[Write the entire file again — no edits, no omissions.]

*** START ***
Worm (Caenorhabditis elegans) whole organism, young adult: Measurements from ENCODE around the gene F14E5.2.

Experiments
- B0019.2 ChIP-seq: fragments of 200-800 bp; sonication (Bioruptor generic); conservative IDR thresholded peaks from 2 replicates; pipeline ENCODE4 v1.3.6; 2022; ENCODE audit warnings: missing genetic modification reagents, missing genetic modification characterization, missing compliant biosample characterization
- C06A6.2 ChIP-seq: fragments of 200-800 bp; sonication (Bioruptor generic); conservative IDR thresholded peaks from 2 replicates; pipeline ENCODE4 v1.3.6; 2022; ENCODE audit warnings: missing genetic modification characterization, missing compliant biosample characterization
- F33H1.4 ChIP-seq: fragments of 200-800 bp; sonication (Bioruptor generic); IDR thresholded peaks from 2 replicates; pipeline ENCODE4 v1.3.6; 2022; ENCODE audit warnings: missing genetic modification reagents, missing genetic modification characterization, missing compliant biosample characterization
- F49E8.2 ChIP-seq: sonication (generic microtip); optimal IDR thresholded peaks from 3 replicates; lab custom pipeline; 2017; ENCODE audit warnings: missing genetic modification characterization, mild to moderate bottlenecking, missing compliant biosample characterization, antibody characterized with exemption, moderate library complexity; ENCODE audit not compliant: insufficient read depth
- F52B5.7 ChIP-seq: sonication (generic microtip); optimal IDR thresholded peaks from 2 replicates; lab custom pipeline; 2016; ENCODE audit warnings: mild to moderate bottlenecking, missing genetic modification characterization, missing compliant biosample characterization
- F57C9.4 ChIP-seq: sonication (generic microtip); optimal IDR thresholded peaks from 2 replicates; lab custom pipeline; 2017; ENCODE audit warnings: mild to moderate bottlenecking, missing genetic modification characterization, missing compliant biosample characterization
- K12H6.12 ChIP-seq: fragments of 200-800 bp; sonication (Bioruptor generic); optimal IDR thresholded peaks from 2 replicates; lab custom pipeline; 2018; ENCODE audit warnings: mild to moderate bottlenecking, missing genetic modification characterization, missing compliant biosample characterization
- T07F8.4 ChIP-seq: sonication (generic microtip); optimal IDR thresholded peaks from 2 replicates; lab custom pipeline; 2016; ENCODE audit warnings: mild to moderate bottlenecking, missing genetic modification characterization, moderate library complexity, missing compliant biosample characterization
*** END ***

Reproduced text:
Worm (Caenorhabditis elegans) whole organism, young adult: Measurements from ENCODE around the gene F14E5.2.

Experiments
- B0019.2 ChIP-seq: fragments of 200-800 bp; sonication (Bioruptor generic); conservative IDR thresholded peaks from 2 replicates; pipeline ENCODE4 v1.3.6; 2022; ENCODE audit warnings: missing genetic modification reagents, missing genetic modification characterization, missing compliant biosample characterization
- C06A6.2 ChIP-seq: fragments of 200-800 bp; sonication (Bioruptor generic); conservative IDR thresholded peaks from 2 replicates; pipeline ENCODE4 v1.3.6; 2022; ENCODE audit warnings: missing genetic modification characterization, missing compliant biosample characterization
- F33H1.4 ChIP-seq: fragments of 200-800 bp; sonication (Bioruptor generic); IDR thresholded peaks from 2 replicates; pipeline ENCODE4 v1.3.6; 2022; ENCODE audit warnings: missing genetic modification reagents, missing genetic modification characterization, missing compliant biosample characterization
- F49E8.2 ChIP-seq: sonication (generic microtip); optimal IDR thresholded peaks from 3 replicates; lab custom pipeline; 2017; ENCODE audit warnings: missing genetic modification characterization, mild to moderate bottlenecking, missing compliant biosample characterization, antibody characterized with exemption, moderate library complexity; ENCODE audit not compliant: insufficient read depth
- F52B5.7 ChIP-seq: sonication (generic microtip); optimal IDR thresholded peaks from 2 replicates; lab custom pipeline; 2016; ENCODE audit warnings: mild to moderate bottlenecking, missing genetic modification characterization, missing compliant biosample characterization
- F57C9.4 ChIP-seq: sonication (generic microtip); optimal IDR thresholded peaks from 2 replicates; lab custom pipeline; 2017; ENCODE audit warnings: mild to moderate bottlenecking, missing genetic modification characterization, missing compliant biosample characterization
- K12H6.12 ChIP-seq: fragments of 200-800 bp; sonication (Bioruptor generic); optimal IDR thresholded peaks from 2 replicates; lab custom pipeline; 2018; ENCODE audit warnings: mild to moderate bottlenecking, missing genetic modification characterization, missing compliant biosample characterization
- T07F8.4 ChIP-seq: sonication (generic microtip); optimal IDR thresholded peaks from 2 replicates; lab custom pipeline; 2016; ENCODE audit warnings: mild to moderate bottlenecking, missing genetic modification characterization, moderate library complexity, missing compliant biosample characterization